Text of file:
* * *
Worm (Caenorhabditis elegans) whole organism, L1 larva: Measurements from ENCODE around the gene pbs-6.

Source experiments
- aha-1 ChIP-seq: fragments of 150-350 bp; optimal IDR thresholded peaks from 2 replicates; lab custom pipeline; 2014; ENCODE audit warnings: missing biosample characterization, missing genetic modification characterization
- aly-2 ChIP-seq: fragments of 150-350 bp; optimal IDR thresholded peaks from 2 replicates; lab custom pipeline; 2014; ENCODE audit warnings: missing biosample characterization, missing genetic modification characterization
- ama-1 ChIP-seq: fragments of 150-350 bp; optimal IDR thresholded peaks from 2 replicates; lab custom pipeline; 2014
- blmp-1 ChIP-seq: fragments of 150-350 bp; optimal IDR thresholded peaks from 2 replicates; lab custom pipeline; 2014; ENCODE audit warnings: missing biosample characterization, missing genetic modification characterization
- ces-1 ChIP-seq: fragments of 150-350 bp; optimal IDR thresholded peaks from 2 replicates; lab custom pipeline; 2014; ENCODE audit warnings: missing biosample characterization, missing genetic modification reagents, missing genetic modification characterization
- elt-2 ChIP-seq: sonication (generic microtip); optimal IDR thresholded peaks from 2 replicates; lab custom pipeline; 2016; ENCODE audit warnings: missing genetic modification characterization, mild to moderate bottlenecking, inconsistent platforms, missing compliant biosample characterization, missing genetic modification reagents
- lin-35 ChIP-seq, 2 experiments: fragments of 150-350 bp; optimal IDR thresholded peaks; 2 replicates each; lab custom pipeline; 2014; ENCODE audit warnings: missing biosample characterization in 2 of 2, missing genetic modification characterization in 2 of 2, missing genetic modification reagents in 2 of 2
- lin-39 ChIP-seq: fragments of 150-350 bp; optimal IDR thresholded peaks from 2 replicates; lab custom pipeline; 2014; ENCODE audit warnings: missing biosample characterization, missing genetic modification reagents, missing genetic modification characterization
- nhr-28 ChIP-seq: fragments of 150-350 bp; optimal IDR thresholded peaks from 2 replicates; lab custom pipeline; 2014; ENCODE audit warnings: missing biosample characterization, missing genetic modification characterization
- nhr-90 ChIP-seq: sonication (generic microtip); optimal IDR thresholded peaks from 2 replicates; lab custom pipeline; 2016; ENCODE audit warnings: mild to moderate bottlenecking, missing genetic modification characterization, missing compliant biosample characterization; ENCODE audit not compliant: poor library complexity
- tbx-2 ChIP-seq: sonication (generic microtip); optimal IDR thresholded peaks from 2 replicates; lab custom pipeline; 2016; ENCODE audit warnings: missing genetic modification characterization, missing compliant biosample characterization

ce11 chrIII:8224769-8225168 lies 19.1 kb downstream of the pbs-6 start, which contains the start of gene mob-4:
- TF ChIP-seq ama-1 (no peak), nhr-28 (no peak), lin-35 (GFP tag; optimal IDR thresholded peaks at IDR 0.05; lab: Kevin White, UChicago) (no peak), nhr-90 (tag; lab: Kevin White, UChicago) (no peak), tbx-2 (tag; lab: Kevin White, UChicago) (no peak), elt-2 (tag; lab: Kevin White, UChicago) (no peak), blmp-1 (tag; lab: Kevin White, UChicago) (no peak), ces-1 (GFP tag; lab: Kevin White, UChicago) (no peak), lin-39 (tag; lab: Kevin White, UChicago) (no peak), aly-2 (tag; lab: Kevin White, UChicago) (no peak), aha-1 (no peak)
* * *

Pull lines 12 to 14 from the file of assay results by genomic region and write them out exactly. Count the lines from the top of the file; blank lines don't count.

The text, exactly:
- nhr-90 ChIP-seq: sonication (generic microtip); optimal IDR thresholded peaks from 2 replicates; lab custom pipeline; 2016; ENCODE audit warnings: mild to moderate bottlenecking, missing genetic modification characterization, missing compliant biosample characterization; ENCODE audit not compliant: poor library complexity
- tbx-2 ChIP-seq: sonication (generic microtip); optimal IDR thresholded peaks from 2 replicates; lab custom pipeline; 2016; ENCODE audit warnings: missing genetic modification characterization, missing compliant biosample characterization

ce11 chrIII:8224769-8225168 lies 19.1 kb downstream of the pbs-6 start, which contains the start of gene mob-4: